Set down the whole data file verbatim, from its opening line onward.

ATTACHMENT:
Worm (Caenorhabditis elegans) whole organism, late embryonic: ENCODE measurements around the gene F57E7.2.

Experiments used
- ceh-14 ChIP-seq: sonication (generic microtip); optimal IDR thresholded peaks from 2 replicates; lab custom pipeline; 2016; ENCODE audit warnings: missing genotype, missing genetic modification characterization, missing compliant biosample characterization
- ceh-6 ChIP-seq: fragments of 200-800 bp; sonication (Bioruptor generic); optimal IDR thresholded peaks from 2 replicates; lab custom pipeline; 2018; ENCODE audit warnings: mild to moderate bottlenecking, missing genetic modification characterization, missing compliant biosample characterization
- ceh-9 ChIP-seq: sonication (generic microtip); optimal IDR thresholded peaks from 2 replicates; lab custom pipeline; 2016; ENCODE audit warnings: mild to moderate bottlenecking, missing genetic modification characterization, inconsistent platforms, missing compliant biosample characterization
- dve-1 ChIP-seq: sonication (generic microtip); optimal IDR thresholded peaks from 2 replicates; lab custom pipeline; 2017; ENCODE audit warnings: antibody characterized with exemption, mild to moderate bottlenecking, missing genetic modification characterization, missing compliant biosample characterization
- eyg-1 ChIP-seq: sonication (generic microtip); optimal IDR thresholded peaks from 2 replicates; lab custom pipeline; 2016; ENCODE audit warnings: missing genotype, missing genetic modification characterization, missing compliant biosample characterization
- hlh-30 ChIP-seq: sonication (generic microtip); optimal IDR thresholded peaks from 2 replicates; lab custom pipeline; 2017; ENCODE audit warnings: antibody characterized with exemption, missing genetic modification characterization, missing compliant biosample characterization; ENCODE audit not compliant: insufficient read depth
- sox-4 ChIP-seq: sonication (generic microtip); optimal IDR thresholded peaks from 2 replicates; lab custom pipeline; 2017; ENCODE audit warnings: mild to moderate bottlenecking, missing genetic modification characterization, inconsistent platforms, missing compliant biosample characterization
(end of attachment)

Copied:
Worm (Caenorhabditis elegans) whole organism, late embryonic: ENCODE measurements around the gene F57E7.2.

Experiments used
- ceh-14 ChIP-seq: sonication (generic microtip); optimal IDR thresholded peaks from 2 replicates; lab custom pipeline; 2016; ENCODE audit warnings: missing genotype, missing genetic modification characterization, missing compliant biosample characterization
- ceh-6 ChIP-seq: fragments of 200-800 bp; sonication (Bioruptor generic); optimal IDR thresholded peaks from 2 replicates; lab custom pipeline; 2018; ENCODE audit warnings: mild to moderate bottlenecking, missing genetic modification characterization, missing compliant biosample characterization
- ceh-9 ChIP-seq: sonication (generic microtip); optimal IDR thresholded peaks from 2 replicates; lab custom pipeline; 2016; ENCODE audit warnings: mild to moderate bottlenecking, missing genetic modification characterization, inconsistent platforms, missing compliant biosample characterization
- dve-1 ChIP-seq: sonication (generic microtip); optimal IDR thresholded peaks from 2 replicates; lab custom pipeline; 2017; ENCODE audit warnings: antibody characterized with exemption, mild to moderate bottlenecking, missing genetic modification characterization, missing compliant biosample characterization
- eyg-1 ChIP-seq: sonication (generic microtip); optimal IDR thresholded peaks from 2 replicates; lab custom pipeline; 2016; ENCODE audit warnings: missing genotype, missing genetic modification characterization, missing compliant biosample characterization
- hlh-30 ChIP-seq: sonication (generic microtip); optimal IDR thresholded peaks from 2 replicates; lab custom pipeline; 2017; ENCODE audit warnings: antibody characterized with exemption, missing genetic modification characterization, missing compliant biosample characterization; ENCODE audit not compliant: insufficient read depth
- sox-4 ChIP-seq: sonication (generic microtip); optimal IDR thresholded peaks from 2 replicates; lab custom pipeline; 2017; ENCODE audit warnings: mild to moderate bottlenecking, missing genetic modification characterization, inconsistent platforms, missing compliant biosample characterization